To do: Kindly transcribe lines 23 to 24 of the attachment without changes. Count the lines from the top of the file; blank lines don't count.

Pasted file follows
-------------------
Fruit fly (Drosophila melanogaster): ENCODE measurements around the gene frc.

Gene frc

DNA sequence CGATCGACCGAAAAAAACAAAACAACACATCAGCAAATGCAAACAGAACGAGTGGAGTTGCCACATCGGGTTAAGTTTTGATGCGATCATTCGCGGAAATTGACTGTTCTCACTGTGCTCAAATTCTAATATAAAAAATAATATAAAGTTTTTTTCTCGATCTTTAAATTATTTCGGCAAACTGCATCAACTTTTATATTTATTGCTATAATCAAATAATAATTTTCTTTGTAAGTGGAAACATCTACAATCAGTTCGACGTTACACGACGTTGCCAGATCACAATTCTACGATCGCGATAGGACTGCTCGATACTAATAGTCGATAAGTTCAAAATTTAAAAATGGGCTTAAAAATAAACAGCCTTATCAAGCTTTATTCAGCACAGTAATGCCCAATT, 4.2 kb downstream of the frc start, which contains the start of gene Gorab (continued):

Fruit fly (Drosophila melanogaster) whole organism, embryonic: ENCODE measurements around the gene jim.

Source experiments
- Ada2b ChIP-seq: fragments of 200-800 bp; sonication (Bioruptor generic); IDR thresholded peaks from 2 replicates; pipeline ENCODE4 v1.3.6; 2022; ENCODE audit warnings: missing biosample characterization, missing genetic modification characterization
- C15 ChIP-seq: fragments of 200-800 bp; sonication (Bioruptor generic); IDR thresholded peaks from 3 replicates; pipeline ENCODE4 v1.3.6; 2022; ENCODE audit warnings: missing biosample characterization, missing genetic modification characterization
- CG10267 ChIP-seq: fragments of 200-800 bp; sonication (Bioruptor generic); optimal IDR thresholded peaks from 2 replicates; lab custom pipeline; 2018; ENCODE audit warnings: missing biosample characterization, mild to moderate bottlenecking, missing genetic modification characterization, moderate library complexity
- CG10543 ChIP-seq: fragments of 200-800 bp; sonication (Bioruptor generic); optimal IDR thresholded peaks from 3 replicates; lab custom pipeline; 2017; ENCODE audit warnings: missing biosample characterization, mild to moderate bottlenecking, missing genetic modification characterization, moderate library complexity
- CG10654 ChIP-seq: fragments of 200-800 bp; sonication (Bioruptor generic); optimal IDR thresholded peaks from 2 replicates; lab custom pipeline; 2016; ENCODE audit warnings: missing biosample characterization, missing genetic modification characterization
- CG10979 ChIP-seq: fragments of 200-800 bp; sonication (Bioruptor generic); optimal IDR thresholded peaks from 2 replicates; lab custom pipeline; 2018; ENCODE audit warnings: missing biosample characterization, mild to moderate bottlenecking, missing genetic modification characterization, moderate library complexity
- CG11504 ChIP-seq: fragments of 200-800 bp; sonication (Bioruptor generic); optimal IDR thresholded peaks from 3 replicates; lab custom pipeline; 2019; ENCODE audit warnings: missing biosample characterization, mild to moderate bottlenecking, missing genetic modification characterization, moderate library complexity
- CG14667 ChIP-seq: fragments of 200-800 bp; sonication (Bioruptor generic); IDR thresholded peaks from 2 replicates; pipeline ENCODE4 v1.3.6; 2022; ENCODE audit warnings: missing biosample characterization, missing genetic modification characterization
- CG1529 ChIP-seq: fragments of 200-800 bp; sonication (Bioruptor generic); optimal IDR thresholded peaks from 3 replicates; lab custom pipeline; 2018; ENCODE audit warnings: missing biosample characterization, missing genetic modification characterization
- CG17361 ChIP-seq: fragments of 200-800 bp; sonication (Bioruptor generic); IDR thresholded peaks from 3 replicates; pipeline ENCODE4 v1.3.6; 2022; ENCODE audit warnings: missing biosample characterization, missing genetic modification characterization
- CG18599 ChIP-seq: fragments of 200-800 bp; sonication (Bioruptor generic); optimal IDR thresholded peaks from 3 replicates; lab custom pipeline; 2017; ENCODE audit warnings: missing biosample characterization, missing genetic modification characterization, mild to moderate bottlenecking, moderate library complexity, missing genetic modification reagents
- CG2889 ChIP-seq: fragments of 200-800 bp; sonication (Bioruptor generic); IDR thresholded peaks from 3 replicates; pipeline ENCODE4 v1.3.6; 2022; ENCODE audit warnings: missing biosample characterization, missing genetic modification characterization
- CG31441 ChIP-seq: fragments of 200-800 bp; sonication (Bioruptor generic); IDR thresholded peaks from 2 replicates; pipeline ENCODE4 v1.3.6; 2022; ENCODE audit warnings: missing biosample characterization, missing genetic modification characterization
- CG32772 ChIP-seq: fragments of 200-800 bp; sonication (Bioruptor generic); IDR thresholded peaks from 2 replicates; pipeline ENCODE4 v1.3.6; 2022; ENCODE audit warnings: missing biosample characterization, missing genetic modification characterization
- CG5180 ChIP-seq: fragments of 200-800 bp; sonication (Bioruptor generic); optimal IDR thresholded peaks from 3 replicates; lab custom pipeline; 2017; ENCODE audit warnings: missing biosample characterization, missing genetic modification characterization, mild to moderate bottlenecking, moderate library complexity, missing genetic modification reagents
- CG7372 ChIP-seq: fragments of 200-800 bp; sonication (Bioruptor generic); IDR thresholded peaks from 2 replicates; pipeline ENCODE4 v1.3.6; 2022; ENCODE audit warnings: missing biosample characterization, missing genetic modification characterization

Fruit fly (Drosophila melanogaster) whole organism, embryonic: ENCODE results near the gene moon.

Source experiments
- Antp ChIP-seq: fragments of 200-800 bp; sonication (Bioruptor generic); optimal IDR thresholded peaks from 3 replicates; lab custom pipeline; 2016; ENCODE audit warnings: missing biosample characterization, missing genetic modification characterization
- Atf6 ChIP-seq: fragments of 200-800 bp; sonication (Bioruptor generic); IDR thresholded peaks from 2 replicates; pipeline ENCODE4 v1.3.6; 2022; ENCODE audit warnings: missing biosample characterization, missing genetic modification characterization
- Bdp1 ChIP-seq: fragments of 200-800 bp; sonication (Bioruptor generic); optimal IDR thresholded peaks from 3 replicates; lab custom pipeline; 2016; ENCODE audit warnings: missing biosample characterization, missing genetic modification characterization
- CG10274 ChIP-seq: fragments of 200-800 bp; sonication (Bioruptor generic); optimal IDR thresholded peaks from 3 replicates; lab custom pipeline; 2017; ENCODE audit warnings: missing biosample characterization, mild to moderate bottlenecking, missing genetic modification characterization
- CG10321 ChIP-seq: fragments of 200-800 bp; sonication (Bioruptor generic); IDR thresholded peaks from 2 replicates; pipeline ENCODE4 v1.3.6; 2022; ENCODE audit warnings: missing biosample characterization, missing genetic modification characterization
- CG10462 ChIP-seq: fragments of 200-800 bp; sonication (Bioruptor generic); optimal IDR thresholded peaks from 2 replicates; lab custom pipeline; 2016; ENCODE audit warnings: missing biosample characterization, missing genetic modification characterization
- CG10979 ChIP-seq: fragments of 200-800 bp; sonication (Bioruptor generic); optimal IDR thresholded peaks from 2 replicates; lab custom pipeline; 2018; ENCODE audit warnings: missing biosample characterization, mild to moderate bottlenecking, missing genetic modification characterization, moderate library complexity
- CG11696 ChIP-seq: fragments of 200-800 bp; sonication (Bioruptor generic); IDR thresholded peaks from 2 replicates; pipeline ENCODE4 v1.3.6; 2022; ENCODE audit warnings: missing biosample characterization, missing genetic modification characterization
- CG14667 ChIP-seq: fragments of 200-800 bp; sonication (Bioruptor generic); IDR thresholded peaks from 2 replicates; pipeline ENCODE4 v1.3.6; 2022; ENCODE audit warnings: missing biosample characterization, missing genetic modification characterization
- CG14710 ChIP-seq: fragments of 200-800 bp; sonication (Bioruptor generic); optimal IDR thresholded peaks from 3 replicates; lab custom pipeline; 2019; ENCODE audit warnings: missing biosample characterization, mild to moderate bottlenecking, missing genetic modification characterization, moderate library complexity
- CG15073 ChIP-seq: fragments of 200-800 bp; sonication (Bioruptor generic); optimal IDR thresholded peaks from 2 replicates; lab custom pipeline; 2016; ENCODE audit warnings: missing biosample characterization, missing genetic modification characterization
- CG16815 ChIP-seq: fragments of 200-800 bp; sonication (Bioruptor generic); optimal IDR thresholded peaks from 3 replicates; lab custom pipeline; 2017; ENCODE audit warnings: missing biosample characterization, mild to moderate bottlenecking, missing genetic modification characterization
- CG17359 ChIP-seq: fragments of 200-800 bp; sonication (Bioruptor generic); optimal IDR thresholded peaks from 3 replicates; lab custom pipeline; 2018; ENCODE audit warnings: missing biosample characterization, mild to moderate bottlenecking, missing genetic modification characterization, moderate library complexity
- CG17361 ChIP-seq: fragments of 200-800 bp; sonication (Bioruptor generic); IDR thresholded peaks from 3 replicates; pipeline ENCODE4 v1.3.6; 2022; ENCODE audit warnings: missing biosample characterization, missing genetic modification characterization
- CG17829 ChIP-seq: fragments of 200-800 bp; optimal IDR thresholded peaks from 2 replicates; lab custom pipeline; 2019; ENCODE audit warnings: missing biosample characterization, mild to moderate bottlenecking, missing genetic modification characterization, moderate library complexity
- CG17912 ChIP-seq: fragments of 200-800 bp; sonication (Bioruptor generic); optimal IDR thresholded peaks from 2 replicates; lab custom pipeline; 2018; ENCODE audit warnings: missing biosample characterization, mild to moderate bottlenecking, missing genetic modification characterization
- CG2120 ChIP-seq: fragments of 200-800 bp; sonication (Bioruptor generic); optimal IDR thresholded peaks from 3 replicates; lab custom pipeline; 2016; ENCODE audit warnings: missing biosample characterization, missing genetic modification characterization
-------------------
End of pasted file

Source experiments
- Antp ChIP-seq: fragments of 200-800 bp; sonication (Bioruptor generic); optimal IDR thresholded peaks from 3 replicates; lab custom pipeline; 2016; ENCODE audit warnings: missing biosample characterization, missing genetic modification characterization